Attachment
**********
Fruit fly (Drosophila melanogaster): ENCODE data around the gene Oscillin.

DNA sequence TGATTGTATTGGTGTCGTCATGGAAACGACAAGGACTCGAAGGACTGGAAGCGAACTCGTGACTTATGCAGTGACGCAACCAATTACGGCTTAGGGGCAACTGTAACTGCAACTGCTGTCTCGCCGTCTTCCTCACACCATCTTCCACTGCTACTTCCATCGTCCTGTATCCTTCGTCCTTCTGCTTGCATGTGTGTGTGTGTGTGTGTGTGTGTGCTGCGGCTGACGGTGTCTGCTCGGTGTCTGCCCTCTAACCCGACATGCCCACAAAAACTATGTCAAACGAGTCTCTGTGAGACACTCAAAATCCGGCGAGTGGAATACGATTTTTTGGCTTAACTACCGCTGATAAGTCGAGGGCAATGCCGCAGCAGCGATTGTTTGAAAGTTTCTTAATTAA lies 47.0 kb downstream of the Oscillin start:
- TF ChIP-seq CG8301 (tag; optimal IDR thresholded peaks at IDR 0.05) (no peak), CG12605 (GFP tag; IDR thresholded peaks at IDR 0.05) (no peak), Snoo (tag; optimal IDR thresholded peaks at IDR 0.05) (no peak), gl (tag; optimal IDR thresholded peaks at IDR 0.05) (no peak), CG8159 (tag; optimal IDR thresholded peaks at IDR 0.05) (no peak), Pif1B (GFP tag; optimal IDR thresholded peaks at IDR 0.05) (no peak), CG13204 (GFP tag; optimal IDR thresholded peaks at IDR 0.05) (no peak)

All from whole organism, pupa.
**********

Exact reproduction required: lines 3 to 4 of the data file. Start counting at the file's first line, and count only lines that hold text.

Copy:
- TF ChIP-seq CG8301 (tag; optimal IDR thresholded peaks at IDR 0.05) (no peak), CG12605 (GFP tag; IDR thresholded peaks at IDR 0.05) (no peak), Snoo (tag; optimal IDR thresholded peaks at IDR 0.05) (no peak), gl (tag; optimal IDR thresholded peaks at IDR 0.05) (no peak), CG8159 (tag; optimal IDR thresholded peaks at IDR 0.05) (no peak), Pif1B (GFP tag; optimal IDR thresholded peaks at IDR 0.05) (no peak), CG13204 (GFP tag; optimal IDR thresholded peaks at IDR 0.05) (no peak)

All from whole organism, pupa.